• Each parties receives a set percentage of the profit from the development.
  • The developed lots are split between the parties and then they can deal with them as they like.
  • The landowner is paid a set amount for contributing the land and the developer receives all profit above the land amount.
  • The developer is paid a set amount for their development services with a performance bonus if certain profit levels are achieved and the land owner receives all other proceeds.

Each JV agreement is customised to suit your personal needs and there is no ‘right way’ to deal with the development fee and profit sharing.

The distribution of sale proceeds are often drafted as ‘waterfall’ clauses which means that there is a set priority in receiving payments. These waterfall clauses usually provide that sale proceeds are distributed in the following priority – ATO for GST withholding, bank to pay back the mortgage, landowner for any set land payment, developer/landowner to pay back development expenses and then profit sharing for the parties.

Another thing to keep in mind is that the way the profits are shared can impact on whether the joint venture is a tax partnership. If the joint venture is a tax partnership, this means that the parties are jointly and severally liable and that partnership tax returns must be lodged. You should always seek specific tax advice before entering into a JV agreement.

Construction funding

It is common for the development land to be mortgaged to fund some of the development expenses and the development agreement should be clear on whether this is permitted and if so, how it is going to work. Some of the points to consider:

  • Will the developer and the land owner be providing personal guarantees?
  • Does the land owner have to pay out any existing mortgage or will it be refinanced with the construction funding?
  • Is there a maximum loan to value ratio?
  • Who will be the borrower?
  • Will funds be held in a project bank account?
  • Is there a restriction on how the loan proceeds can be spent?

Appointment of consultants

All Development Agreements should outline who is responsible for choosing and appointing consultants. Does the developer get to decide or do both parties have to agree? What if the parties can’t agree? What if the cost is greater than the expected cost in the budget? Can the developer appoint a related company?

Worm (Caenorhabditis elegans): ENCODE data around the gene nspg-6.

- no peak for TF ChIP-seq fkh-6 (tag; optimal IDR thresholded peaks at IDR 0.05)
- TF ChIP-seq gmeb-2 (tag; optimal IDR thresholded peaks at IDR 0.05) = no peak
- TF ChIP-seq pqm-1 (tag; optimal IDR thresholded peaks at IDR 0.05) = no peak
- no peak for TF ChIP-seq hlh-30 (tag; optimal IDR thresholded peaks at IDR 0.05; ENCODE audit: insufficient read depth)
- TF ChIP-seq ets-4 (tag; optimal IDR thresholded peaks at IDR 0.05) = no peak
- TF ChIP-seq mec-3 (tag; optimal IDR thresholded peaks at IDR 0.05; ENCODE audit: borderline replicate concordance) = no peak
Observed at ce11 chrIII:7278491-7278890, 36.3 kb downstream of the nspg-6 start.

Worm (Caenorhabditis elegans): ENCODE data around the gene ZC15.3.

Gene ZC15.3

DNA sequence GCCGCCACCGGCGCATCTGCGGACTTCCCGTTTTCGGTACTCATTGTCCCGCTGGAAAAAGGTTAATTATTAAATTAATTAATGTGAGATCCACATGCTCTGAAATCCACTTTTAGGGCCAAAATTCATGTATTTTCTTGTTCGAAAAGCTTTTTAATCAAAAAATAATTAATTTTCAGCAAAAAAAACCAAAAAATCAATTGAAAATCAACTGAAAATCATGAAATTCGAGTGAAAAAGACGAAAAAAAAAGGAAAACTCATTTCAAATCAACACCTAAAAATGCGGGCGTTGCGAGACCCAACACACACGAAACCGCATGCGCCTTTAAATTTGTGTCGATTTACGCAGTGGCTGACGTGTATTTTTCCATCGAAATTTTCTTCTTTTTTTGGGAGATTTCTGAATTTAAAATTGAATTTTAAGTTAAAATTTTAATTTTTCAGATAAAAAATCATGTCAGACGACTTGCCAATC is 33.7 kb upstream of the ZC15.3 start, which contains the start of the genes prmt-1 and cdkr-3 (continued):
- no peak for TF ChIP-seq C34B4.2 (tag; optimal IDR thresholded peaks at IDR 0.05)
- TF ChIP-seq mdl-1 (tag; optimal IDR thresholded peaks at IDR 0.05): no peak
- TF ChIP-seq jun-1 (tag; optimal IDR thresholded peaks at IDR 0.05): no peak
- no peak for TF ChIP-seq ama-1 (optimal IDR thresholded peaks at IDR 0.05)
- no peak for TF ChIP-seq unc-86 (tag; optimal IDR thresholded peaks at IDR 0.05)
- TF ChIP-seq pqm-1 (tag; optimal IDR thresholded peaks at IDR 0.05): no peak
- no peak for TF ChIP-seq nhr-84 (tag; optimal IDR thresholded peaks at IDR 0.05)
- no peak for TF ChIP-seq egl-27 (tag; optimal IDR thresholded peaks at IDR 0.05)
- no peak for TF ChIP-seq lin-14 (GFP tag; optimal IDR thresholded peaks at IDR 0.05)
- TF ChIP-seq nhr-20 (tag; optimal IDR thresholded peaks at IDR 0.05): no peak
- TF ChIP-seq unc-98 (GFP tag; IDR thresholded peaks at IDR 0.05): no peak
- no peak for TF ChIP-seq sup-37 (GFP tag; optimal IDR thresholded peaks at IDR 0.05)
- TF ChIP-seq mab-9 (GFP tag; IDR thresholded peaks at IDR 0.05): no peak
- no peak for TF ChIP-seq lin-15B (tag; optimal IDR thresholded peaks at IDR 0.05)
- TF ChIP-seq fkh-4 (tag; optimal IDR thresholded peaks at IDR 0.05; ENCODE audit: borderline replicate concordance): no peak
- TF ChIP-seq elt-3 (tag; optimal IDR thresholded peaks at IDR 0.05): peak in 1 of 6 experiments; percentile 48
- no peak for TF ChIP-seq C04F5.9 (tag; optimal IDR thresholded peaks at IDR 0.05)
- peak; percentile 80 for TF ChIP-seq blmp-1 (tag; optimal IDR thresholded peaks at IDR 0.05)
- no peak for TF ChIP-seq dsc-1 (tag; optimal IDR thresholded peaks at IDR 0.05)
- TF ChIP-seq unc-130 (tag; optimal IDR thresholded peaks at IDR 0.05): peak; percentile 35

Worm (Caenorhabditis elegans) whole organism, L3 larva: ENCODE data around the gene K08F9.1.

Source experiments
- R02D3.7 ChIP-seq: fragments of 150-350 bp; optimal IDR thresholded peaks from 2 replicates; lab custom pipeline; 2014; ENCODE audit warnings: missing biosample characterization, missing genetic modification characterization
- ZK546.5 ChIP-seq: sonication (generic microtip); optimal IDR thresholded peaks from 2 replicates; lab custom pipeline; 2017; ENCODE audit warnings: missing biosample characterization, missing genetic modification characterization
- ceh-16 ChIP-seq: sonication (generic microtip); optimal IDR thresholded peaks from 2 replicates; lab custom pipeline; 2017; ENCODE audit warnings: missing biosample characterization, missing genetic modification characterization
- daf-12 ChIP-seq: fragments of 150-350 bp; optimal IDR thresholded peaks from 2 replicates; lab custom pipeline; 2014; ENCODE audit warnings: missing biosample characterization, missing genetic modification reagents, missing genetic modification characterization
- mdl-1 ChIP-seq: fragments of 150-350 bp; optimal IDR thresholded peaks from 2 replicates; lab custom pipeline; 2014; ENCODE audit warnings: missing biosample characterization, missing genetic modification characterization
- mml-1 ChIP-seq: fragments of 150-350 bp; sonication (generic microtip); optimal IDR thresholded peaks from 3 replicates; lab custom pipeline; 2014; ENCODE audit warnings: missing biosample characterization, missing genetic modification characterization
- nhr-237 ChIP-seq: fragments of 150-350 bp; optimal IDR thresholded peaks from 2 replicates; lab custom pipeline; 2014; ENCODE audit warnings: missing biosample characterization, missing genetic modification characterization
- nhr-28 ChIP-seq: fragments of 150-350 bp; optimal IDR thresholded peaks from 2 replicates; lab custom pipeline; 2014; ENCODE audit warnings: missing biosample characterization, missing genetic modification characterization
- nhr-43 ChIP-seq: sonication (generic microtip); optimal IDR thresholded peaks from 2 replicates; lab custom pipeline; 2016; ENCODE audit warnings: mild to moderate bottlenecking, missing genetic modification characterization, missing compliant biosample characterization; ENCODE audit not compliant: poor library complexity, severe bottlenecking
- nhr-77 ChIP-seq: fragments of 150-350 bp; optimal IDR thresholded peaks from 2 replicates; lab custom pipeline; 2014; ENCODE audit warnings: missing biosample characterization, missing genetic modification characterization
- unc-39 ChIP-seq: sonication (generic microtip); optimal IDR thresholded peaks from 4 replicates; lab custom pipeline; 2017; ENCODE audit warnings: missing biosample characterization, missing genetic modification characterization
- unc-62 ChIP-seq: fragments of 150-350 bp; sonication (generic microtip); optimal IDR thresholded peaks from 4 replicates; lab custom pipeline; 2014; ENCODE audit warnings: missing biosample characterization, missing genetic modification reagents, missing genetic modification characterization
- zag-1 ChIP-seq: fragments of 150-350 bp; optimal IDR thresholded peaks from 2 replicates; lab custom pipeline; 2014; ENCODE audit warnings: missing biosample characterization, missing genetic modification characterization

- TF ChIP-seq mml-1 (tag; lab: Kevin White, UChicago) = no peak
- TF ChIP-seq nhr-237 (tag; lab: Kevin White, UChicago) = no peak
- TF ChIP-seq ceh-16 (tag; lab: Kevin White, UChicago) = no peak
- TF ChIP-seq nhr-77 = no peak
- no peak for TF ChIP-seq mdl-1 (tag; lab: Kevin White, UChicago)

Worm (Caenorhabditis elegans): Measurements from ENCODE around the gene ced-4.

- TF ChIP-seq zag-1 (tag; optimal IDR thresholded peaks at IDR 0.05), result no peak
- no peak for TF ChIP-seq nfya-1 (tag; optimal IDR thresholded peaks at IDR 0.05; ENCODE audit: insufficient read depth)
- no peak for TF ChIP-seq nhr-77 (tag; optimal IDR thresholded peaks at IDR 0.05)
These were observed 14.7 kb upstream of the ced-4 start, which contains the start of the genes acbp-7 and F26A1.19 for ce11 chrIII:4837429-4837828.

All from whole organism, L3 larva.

This clause is especially important for major consultants such as builders, civil works and real estate agents and this is where we see the most disputes.

Naming and Signage Rights

This is especially important where you have a joint venture with between two developers or a developer and an equity partner and both want to be able to ‘claim’ the development as their own. Where this is the case, the JV Agreement should make it clear who owns the intellectual property associated with the branding for the development and who can erect advertising signing around the property.

Another consideration is who gets to choose the name for the development (including street names for large land subdivisions).

Project Control Group

A project control group, commonly known as a PCG, is a committee made up of representatives of both parties to make decisions on the development. 

For a developer and landowner joint venture, it is common for the developer to have complete control over day to day decisions for the development. The landowner may then be able to vote on major decisions that impact on profit sharing such as appointing consultants that exceed the budget.

For a joint venture between two developers or a developer and an investor, it is common for both parties to have their roles clearly defined for day to day operations and then for major decisions to be made through the PCG.

Agreeing on which decisions are made by the project control group is always a balancing act between allowing the parties to efficiently carry out the development without unnecessary red tape and ensuring that each party has a vote on matters that are important to them.

For a joint venture with two parties, there must also be a mechanism to resolve a dispute where there is a deadlock in voting. This is usually a tiered process and tied in with the dispute resolution clause of the joint venture agreement.

Frequently Asked Questions

  • Does it matter which State you are located in? – No, joint venture agreements are generally not specific to any State. McAndrew Law can assist with joint venture agreements for all of Australia
  • How much does a joint venture agreement cost? – The cost of a joint venture agreement can vary greatly depending on the terms of the agreement and the quality of the instructions provided to our office. A basic joint venture agreement starts at $2,000 and then the price goes up from there as the agreement gets more complex. As a generally guide, most development agreements and JV agreements are around $2,500 to $5,000. 
  • How long does it take to draft a JV agreement? – Drafting can take anywhere from 5 to 15 hours for most development agreements and this varies depending on the quality of the instructions and the terms of the agreement.

Got more questions?

At McAndrew Law, we are experienced in drafting joint venture agreements and can ensure that your interests are protected from start to finish. Call us on (07) 3266 8555 or get in touch with us online to get started. We offer a FREE initial consultation to discuss your needs.